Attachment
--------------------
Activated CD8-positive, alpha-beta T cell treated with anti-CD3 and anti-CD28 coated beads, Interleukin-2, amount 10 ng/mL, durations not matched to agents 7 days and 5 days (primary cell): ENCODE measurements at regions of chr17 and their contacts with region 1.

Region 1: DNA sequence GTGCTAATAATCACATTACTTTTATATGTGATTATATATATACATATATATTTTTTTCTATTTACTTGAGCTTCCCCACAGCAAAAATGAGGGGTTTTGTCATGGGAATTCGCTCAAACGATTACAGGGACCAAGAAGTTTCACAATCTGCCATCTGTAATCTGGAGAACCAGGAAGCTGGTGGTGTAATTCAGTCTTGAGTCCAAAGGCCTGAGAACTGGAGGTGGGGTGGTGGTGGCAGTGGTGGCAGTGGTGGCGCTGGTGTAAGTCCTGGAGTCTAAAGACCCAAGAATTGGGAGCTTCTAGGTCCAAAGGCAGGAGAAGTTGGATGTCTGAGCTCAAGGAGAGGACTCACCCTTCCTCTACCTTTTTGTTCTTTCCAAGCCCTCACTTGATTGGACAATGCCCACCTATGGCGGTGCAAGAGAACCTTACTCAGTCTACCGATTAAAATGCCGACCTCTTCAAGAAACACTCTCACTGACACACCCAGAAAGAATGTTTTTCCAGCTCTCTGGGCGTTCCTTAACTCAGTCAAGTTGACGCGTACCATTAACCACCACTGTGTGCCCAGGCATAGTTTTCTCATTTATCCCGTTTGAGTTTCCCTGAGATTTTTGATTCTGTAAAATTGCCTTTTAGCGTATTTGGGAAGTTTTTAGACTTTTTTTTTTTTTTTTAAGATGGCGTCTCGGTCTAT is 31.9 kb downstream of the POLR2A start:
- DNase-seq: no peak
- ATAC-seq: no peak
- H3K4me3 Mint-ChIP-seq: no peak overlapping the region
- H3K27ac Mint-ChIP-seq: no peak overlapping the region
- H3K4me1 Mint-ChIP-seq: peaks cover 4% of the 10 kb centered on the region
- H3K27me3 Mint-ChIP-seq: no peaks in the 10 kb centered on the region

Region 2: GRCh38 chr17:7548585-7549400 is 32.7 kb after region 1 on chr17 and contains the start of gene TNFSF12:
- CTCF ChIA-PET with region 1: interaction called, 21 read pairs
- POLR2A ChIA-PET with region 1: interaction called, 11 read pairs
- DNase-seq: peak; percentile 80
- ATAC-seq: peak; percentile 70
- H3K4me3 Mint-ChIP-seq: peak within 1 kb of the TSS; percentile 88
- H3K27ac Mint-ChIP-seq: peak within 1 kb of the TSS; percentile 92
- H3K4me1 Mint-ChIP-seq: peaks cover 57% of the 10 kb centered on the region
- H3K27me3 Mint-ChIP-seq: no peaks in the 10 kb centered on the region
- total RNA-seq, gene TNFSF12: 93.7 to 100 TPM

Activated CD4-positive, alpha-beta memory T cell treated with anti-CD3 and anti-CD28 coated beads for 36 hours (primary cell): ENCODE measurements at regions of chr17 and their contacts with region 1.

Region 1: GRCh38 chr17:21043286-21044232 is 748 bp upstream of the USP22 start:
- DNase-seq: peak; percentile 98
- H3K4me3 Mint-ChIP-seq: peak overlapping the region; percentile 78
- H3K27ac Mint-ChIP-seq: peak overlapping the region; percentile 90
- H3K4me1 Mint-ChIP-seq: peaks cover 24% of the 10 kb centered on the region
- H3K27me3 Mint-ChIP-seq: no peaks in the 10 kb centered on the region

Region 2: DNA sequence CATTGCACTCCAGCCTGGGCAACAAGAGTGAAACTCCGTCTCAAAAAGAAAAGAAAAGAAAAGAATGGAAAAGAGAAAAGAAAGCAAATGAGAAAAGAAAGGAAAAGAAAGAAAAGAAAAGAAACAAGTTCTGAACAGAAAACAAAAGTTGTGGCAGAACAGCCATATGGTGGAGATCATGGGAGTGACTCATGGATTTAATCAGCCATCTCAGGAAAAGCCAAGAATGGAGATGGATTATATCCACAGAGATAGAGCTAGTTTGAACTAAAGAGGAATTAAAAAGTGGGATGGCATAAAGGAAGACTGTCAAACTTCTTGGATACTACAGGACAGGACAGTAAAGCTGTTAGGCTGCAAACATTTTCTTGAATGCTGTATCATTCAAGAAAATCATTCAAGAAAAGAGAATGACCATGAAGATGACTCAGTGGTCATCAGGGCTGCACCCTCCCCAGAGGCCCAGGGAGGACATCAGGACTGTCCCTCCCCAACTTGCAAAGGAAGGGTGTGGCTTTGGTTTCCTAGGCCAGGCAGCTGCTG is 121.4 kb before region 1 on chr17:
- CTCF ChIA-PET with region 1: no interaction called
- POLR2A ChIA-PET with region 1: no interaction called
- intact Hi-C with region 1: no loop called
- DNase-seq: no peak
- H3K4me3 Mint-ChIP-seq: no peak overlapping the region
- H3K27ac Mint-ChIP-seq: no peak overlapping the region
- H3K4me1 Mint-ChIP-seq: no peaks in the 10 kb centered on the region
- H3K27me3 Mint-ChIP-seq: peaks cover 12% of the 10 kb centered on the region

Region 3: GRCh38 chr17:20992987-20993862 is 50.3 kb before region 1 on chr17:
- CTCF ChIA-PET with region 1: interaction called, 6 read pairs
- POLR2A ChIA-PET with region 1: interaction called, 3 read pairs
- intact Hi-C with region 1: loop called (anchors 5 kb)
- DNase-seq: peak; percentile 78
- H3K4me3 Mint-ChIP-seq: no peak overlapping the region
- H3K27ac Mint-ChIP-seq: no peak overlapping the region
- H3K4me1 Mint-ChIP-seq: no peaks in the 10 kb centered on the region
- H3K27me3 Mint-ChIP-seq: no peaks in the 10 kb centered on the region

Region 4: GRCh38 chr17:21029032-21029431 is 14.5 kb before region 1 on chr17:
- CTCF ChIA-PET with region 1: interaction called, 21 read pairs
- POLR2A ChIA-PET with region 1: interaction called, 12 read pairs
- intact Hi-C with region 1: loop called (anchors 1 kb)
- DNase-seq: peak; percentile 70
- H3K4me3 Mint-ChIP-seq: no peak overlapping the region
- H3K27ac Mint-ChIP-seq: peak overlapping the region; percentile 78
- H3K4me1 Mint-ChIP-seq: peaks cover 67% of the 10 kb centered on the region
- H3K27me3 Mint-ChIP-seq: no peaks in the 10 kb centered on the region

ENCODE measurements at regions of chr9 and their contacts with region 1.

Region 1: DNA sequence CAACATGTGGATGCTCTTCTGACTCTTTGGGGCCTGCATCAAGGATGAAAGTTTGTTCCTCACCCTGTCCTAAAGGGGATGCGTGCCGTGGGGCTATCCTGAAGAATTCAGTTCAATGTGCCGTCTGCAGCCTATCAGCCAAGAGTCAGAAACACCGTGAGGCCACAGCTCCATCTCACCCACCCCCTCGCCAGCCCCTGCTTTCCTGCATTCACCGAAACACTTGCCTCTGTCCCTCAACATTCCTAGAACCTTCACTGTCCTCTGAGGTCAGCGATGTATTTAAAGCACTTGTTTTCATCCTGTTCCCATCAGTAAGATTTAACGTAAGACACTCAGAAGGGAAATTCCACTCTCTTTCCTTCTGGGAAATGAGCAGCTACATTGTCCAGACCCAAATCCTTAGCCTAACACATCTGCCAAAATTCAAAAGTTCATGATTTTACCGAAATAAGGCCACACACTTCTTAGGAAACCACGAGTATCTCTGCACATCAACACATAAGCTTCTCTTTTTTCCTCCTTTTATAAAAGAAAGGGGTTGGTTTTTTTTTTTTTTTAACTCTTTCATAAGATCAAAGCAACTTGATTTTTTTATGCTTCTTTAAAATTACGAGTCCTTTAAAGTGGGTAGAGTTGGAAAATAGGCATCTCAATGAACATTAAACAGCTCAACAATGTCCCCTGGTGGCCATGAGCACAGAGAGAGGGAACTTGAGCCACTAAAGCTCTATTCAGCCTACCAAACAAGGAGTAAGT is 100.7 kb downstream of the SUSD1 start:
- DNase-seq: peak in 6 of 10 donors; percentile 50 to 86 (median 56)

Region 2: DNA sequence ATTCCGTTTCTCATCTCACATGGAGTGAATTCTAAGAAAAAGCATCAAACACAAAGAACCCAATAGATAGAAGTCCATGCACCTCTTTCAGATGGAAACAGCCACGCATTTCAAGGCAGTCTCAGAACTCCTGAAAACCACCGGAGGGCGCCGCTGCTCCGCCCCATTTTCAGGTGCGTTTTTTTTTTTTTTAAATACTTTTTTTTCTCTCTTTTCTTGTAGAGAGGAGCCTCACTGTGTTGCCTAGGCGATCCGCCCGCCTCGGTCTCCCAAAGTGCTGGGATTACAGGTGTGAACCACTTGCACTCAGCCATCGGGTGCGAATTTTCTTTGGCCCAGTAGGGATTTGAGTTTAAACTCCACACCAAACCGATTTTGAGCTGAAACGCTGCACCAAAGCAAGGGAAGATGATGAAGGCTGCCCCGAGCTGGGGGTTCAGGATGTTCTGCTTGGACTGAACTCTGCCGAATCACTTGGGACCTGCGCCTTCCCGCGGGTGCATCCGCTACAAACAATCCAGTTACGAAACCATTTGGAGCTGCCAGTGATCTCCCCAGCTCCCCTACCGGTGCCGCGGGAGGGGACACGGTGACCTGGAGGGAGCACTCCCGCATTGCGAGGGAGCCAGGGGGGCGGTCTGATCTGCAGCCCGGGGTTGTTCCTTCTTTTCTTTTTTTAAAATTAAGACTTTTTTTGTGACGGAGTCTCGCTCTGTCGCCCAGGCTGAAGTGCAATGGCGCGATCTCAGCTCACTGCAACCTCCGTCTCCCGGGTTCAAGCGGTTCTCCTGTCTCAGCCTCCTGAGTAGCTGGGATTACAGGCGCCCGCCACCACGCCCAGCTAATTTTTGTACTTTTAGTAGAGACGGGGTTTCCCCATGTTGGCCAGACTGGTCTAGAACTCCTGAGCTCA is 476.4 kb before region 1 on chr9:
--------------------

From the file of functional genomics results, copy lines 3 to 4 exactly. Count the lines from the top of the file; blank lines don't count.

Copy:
- DNase-seq: no peak
- ATAC-seq: no peak